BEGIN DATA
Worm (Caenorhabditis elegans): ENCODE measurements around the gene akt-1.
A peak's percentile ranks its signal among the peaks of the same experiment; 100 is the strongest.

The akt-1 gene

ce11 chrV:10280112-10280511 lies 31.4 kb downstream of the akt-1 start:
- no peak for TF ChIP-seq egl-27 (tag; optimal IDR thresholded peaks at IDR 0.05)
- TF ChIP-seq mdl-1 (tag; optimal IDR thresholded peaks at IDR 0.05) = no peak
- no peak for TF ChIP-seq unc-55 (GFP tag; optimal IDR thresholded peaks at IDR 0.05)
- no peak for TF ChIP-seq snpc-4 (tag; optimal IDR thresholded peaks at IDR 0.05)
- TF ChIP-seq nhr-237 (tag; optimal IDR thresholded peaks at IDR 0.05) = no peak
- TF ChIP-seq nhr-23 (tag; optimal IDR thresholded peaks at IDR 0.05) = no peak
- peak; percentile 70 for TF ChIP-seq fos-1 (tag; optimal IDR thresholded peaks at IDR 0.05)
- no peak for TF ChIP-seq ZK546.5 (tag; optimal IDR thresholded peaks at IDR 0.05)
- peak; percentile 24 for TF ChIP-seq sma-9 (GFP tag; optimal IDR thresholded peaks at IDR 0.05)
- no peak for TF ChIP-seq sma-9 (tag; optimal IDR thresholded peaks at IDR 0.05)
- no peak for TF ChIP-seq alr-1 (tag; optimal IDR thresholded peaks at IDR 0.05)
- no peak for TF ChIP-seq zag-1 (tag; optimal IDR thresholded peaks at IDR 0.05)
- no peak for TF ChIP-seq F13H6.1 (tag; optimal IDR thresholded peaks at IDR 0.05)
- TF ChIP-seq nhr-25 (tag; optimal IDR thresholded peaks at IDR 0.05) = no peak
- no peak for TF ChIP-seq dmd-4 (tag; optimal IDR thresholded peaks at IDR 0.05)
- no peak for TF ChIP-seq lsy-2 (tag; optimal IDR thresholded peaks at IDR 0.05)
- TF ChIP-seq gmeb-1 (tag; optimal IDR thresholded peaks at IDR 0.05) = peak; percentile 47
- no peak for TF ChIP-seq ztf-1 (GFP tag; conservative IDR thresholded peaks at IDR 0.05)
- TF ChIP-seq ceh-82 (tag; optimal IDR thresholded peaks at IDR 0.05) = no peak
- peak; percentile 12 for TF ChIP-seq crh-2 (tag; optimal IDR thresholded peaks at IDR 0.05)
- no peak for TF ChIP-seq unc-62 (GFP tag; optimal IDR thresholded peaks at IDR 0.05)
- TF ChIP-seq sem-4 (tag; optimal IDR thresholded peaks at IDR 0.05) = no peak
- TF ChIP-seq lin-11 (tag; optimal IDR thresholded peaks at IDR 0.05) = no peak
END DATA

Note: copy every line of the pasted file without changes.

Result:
Worm (Caenorhabditis elegans): ENCODE measurements around the gene akt-1.
A peak's percentile ranks its signal among the peaks of the same experiment; 100 is the strongest.

The akt-1 gene

ce11 chrV:10280112-10280511 lies 31.4 kb downstream of the akt-1 start:
- no peak for TF ChIP-seq egl-27 (tag; optimal IDR thresholded peaks at IDR 0.05)
- TF ChIP-seq mdl-1 (tag; optimal IDR thresholded peaks at IDR 0.05) = no peak
- no peak for TF ChIP-seq unc-55 (GFP tag; optimal IDR thresholded peaks at IDR 0.05)
- no peak for TF ChIP-seq snpc-4 (tag; optimal IDR thresholded peaks at IDR 0.05)
- TF ChIP-seq nhr-237 (tag; optimal IDR thresholded peaks at IDR 0.05) = no peak
- TF ChIP-seq nhr-23 (tag; optimal IDR thresholded peaks at IDR 0.05) = no peak
- peak; percentile 70 for TF ChIP-seq fos-1 (tag; optimal IDR thresholded peaks at IDR 0.05)
- no peak for TF ChIP-seq ZK546.5 (tag; optimal IDR thresholded peaks at IDR 0.05)
- peak; percentile 24 for TF ChIP-seq sma-9 (GFP tag; optimal IDR thresholded peaks at IDR 0.05)
- no peak for TF ChIP-seq sma-9 (tag; optimal IDR thresholded peaks at IDR 0.05)
- no peak for TF ChIP-seq alr-1 (tag; optimal IDR thresholded peaks at IDR 0.05)
- no peak for TF ChIP-seq zag-1 (tag; optimal IDR thresholded peaks at IDR 0.05)
- no peak for TF ChIP-seq F13H6.1 (tag; optimal IDR thresholded peaks at IDR 0.05)
- TF ChIP-seq nhr-25 (tag; optimal IDR thresholded peaks at IDR 0.05) = no peak
- no peak for TF ChIP-seq dmd-4 (tag; optimal IDR thresholded peaks at IDR 0.05)
- no peak for TF ChIP-seq lsy-2 (tag; optimal IDR thresholded peaks at IDR 0.05)
- TF ChIP-seq gmeb-1 (tag; optimal IDR thresholded peaks at IDR 0.05) = peak; percentile 47
- no peak for TF ChIP-seq ztf-1 (GFP tag; conservative IDR thresholded peaks at IDR 0.05)
- TF ChIP-seq ceh-82 (tag; optimal IDR thresholded peaks at IDR 0.05) = no peak
- peak; percentile 12 for TF ChIP-seq crh-2 (tag; optimal IDR thresholded peaks at IDR 0.05)
- no peak for TF ChIP-seq unc-62 (GFP tag; optimal IDR thresholded peaks at IDR 0.05)
- TF ChIP-seq sem-4 (tag; optimal IDR thresholded peaks at IDR 0.05) = no peak
- TF ChIP-seq lin-11 (tag; optimal IDR thresholded peaks at IDR 0.05) = no peak